HSRA to Save Building in the County
Fox to Guard Henhouse; Bill Clinton to Chaperon HS Cheerleaders...
HSRA’s recent press release (found here
) outlines how the county Planning department is endangering not only the environment but building in general in the county.
Reading High Sierra Rural Alliance’s recent press release, one thing becomes clear: they are true believers. True believers are going to help you according to the world as they see it, and it is for your own good.
In short, High Sierra Rural Alliance is the Child Welfare Services of Sierra County planing activities.
Like all such fervent helpers, they have developed a schooled immunity to information which might intrude on their fantasy of helping.
In the press release, they outline some material technical issues: the General Plan has never been blessed into law (implemented). It’s already been made clear, the county can’t afford to do it. But, HSRA/CWS isn’t satisfied with what the county can afford to do. It doesn’t matter if they can afford it, they have to do it, for the good of the child, or the environment, or homebuilders, or maybe just HSRA.
HSRA, in their press release, outlined the problem with the stream setback definition thus:
Rather than adopt the required ordinances the County has, over the last 15 years exercised an inconsistent and at time (sic) arbitrary application in measuring stream setback requirements, including the use of the 100 year floodplain line as the beginning point for measuring the existing zoning code requirement for a 100 foot stream setback.
At first glance, this sentence makes no sense. However, on closer examination it makes even less sense.
This reporter has heard explained several times how the “100 year floodplain” came into the picture. The executive director of HSRA, when she was working for Sierra County Planning and Building, pulled the definition from the “subdivision” portion of the codes to apply everywhere there is water in the county. The term used was “an abundance of caution.” This might not be accurate; it’s the version I’ve heard several times.
Further, the clarified definition itself constitutes the county making an effort to codify this important benchmark. Far from applying the definition in an “in consistent and at times arbitrary” manner, there have only been two definitions, the original “normal” definition, and the 100 year flood plain definition used for a few years in “an (over)abundance of caution.”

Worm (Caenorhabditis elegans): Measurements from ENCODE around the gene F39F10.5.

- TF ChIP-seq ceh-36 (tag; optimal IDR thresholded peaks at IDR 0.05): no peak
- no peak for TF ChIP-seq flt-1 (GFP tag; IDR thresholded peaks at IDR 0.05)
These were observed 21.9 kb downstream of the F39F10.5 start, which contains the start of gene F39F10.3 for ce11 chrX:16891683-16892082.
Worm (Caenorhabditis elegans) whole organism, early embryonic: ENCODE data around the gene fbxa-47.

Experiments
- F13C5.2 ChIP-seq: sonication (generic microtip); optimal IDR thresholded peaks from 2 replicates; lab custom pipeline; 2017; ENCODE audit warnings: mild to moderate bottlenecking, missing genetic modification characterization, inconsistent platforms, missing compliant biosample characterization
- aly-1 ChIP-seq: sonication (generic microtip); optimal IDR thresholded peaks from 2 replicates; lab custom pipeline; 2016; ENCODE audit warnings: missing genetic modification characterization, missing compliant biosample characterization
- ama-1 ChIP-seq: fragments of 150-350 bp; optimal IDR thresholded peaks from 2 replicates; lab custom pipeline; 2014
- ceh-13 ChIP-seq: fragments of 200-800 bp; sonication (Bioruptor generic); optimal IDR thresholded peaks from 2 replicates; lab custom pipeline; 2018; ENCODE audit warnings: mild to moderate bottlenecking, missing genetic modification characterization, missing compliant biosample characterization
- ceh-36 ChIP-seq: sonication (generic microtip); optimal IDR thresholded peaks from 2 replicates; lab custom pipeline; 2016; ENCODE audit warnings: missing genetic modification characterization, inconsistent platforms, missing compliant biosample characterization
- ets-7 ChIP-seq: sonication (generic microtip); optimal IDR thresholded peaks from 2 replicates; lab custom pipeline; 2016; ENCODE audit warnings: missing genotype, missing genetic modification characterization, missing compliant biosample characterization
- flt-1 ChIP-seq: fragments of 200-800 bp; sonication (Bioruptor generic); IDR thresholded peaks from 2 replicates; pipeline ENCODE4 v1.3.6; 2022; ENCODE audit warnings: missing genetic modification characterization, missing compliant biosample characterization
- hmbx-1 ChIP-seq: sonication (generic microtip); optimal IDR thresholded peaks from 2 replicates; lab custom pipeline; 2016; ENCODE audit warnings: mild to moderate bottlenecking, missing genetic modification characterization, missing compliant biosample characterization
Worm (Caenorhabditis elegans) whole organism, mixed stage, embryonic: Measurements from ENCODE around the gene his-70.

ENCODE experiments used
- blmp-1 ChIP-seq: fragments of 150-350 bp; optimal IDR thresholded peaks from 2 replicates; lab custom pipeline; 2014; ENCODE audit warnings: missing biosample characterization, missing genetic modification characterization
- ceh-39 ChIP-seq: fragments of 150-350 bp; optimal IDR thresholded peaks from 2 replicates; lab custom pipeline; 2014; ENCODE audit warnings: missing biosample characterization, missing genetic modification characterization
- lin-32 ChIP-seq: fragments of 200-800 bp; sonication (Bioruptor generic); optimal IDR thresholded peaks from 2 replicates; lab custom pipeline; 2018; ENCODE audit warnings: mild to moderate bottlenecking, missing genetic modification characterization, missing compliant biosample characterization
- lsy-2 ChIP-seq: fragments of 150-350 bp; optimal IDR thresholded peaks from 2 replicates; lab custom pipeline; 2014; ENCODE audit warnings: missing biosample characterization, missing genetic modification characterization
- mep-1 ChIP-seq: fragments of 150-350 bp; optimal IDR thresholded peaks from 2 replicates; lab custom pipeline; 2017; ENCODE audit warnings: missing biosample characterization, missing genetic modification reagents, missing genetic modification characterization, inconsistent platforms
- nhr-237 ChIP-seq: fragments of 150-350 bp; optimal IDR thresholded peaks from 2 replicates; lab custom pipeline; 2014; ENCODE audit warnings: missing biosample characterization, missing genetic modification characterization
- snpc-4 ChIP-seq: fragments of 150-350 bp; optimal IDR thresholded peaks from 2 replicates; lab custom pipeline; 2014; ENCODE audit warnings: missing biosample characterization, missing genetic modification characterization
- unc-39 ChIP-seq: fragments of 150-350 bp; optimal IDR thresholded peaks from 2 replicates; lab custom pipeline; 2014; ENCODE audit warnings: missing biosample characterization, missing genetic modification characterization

The phrase “including the use of the 100 year floodplain line as the beginning point for measuring the existing zoning code requirement for a 100 foot stream setback” is not clear because the existing zoning code requirement calls for a 100 foot setback from the high water line.
However, the press release, if it does indeed accurately describe “why HSRA filed,” still makes a kind of logic.
The point of the suit according to the pr, (and it is a point which might well remain when the “how high’s the water, Mama” question is resolved,) is that the county has not implemented the general plan. Without that, as HSRA correctly states,
The County’s new zoning change attempts to redefine this measuring point without incorporating any of the flexibility and protections required by the General Plan when it was enacted over a decade ago. As a result, development in non-community core areas will not be subject to the setback requirements required by the General Plan, and development in community core areas, and in Downieville and Sierraville, will be required to obtain variances in order to develop within 100 feet of the stream zone even though many of these developments would not be required to do so under the General Plan.
The General Plan does not contain a definition of “high water line” according to a source familiar with it. Implementing the General Plan, as HSRA insists the county do, won’t change the need for a definition, and the definition chosen by the Board of Supervisors is the most common one throughout jurisdictions in the U.S. Indeed, our research found no others. The allegation that this lawsuit, or at least this press release, is about the necessity of implementing the GP to protect people and the environment is thus without merit, since implementing the General Plan will still require the Board to define “high water line.”
It is unlikely this realization will deter HSRA in their suit. Like an over-eager family helper, HSRA is creating problems by insisting on a strict and literal translation of the law, one that does not take into account the difficulty the demands impose on the county they are trying to “help”. If HSRA is successful in their lawsuit and the county runs for cover throwing the “high water line” definition over their shoulder as they run, it will at least leave people in Sierraville, Sierra City, Downieville and elsewhere in the lurch. Further, even if the county tosses the towel on the definition, there is still the reference to the failure to implement the General Plan that was adopted. That might have legs to pursue the Board even after a Chamberlain-like appeasement on the “Netherlands”.
If the County refuses to rescind the definition, or if HSRA isn’t satisfied, the resulting lawsuit would break the county. If the county lost, there would be the fat attorney’s fees for HSRA’s upstanding member of the legal community (further insults fail me); in addition, the judge might require the county to implement the general plan at any cost, which means, since the county can’t afford that, no permits could be issued, and nothing could be built.